We have reached the point in winter in which North Dakotans adopt the age-old adage, “Dance like no one is watching, sing like no one is listening, and park like you’re the only car in the lot.” From the months of April through December, a driver will identify an empty gap between two uniformly-striped parallel lines and maneuver their vehicle so it is placed between those two lines. From January to March, however, it’s less “neat and orderly lines of cars” and more “uffda, whatever.”
There’s a mathematical equation for when this occurs, which is [Amount and Color of Snow + Number of Previous Days Below-Zero] x [Everyone’s Feelings of Doneness in Regard to Winter]. When that result is greater than the number of Midwesterners traveling to Arizona, Florida, or Mexico, society’s laws of parking no longer apply. Many people think it only has to do with the amount of snow on the ground – I mean, how can you park in a spot when it’s under an unmolded snowman? – but in actuality, a North Dakotan will actually attempt to remain within the (invisible) lines until it gets so cold that their car auto-start becomes self-aware and just keeps itself running 24 hours a day. After that, it’s Jeez, Louise to any semblance of order.
This is perfectly fine. In my opinion, once your car is covered in a semi-permanent layer of snunk (snow and funk) and you’re worried about breaking a hip every time you set a foot on the ground, parking is the least of your concerns. I mean, technically, if you put your vehicle into Park, your car is parked.
Plus, if we really think about it, we North Dakotans are cool with parking like we’re the only ones on the road because we are comfortable with everyone driving in a similar fashion.
When Kyle and I first moved out to the country, all of our neighbors welcomed us with both open arms and a warning: “Don’t speed through Thompson.” What they meant was that we shouldn’t go more than one mile an hour over the posted speed limit anywhere on Main Street – because (back then) Thompson had one policeman, and he didn’t have a whole lot to do.
If you don’t count the millions of “Drive carefully”s and “Watch out for deer”s we hand out like tatertots to one another, that Thompson speed trap warning was probably the first and only rule I’ve ever received about driving from a fellow North Dakotan (who wasn’t employed by the DMV or one of my parents). This is because North Dakotans are generally good with whatever is happening around them at any given time – driving or not – so if someone wants to go 10 MPH in a 40…well, they are probably early for a luncheon or uncomfortable on ice and should take their time. You betcha.
(If you’re like, “Ha ha, that Amanda, always exaggerating” – well, here’s an exact instance of that happening:
I used to live in Boston. Boston drivers are the exact opposite of North Dakota drivers, and so when I moved back to Grand Forks I brought with my Nokia flip phone, my framed poster of the Patriots winning the Super Bowl, and my burning desire to go Mad Max on anyone in my vehicular way. I was driving downtown to see my grandfather, and I found myself in an unusually long line of cars going 10 MPH on a major thoroughfare. I swung my car out into the other lane – it was a two-lane road – and zoomed past a whole bunch of completely unaffected drivers who were totally fine with this unexpected slowdown. Finally, I reached the first vehicle, putt-putting along without a care in the world. I got my hand ready for the honkin’ of a lifetime – and realized it was piloted by my own grandfather. He waved. I waved back, and slowed down so that I could resume my spot in the back of his line.)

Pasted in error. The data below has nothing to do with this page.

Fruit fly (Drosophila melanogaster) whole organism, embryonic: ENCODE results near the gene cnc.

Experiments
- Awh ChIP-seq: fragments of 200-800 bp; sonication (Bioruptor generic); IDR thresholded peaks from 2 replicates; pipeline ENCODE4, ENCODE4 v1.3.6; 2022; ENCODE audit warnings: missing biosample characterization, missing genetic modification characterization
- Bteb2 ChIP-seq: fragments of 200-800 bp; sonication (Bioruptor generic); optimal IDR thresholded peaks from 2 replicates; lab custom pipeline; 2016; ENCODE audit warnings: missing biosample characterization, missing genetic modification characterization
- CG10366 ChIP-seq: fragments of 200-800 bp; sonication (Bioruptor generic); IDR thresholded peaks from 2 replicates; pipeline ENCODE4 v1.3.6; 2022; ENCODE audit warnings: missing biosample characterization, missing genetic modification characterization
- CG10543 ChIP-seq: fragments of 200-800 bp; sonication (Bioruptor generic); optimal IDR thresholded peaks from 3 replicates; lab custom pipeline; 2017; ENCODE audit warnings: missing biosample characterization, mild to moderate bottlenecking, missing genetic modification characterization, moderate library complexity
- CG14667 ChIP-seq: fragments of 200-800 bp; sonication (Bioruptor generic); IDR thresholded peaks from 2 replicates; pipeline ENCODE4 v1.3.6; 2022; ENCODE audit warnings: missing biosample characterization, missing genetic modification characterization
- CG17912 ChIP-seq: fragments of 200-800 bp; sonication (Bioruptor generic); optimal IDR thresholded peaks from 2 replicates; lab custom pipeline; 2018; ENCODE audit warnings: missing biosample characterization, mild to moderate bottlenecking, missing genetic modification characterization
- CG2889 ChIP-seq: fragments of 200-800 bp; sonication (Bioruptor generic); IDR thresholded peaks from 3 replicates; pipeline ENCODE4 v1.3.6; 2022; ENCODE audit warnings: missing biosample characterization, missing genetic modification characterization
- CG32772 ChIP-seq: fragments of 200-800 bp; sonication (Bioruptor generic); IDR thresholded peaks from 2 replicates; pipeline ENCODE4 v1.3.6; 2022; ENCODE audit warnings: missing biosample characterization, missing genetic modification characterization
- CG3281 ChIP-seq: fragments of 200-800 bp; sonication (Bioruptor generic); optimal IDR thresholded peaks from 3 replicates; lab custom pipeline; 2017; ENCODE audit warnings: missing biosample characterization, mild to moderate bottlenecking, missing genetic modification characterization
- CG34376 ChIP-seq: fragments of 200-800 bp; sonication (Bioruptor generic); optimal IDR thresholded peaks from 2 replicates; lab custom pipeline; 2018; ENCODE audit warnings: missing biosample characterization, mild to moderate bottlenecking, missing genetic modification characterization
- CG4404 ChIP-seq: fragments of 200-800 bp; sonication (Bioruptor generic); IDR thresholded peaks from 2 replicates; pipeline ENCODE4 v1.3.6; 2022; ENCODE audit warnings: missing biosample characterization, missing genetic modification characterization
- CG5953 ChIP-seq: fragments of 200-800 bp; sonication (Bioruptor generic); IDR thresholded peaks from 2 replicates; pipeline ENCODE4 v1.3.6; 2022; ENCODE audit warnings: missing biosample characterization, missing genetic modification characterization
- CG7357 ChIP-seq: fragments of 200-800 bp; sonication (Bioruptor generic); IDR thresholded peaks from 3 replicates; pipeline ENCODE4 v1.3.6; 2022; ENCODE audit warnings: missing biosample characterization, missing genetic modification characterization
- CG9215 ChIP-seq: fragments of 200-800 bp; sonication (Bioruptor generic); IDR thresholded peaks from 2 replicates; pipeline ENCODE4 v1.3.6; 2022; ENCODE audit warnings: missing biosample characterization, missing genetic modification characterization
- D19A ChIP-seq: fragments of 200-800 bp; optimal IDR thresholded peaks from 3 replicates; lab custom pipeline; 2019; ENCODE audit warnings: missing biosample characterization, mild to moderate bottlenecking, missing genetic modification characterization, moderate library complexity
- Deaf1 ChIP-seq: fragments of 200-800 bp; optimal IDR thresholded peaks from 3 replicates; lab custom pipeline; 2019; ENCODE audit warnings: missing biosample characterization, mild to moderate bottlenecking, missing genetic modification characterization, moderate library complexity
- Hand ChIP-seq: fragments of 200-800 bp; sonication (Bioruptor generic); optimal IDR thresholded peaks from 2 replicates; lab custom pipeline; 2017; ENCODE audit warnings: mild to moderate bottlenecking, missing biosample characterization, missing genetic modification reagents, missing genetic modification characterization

We North Dakotans are also fine with driving like we are the only car on the road because sometimes we ARE the only car on the road. Our former house in the country was off of a long, straight gravel way that was used more as a way to split sections of farmland than as an actual vehicle bypass. Kyle and I were holding down our driveway with two lawn chairs one Sunday afternoon when a truck passed by on the gravel. Ten minutes later, another truck drove by, followed closely (or like another ten minutes) by a car. “We have to move to town,” I told Kyle. “The traffic out here is getting ridiculous.”
Anyways, springtime is in the air. Soon the snunk will melt and we won’t have to think (or not think) about parking anymore – because everyone will be stuck in road construction on the way to the lake.
I was going to take a picture of the grocery store parking lot, but I didn’t want someone to see their car and think I was teasing them. So, instead, the photo above is of a Fighting Hawk (not THE Fighting Hawk) at a recent UND hockey game. He felt appropriate for this story somehow.
This week’s news has Consequences of the Soul and Youthful Yetis. Read on.
Valley City students earned 371 feet of duct tape, which they used to adhere their principal to the wall. (Valley City Times-Record)
A dozen quilters in Bowman created their own fabric expression of the book, “The Book of Lost Names,” and those quilts are now on display at the Bowman Regional Public Library. (Bowman County Pioneer)
Bismarck’s Abigail Meier is representing North Dakota in the National Art Honor Society’s Consequences of the Soul virtual art gallery. (KX Net)
Austin Covert and Ryan Nitschke, two chefs in Fargo, are semifinalists for prestigious James Beard Awards. (KVRR)
Minot (/Scandia) artist Andrew Knudson will be painting live at a joint event by the Minot Symphony Orchestra and the Taube Museum of Art. (Minot Daily News)
Congratulations to Norma Nosek, Wahpeton Daily News’ Citizen of the Year! (Wahpeton Daily News)
And congratulations to Samantha Vosberg, the Richland County’s New Monitor’s Citizen of the Year! (Wahpeton Daily News)
Dickinson’s Youthful Yetis rode 200 miles in a month in order to raise $4,300 for St. Jude’s. (Dickinson Press)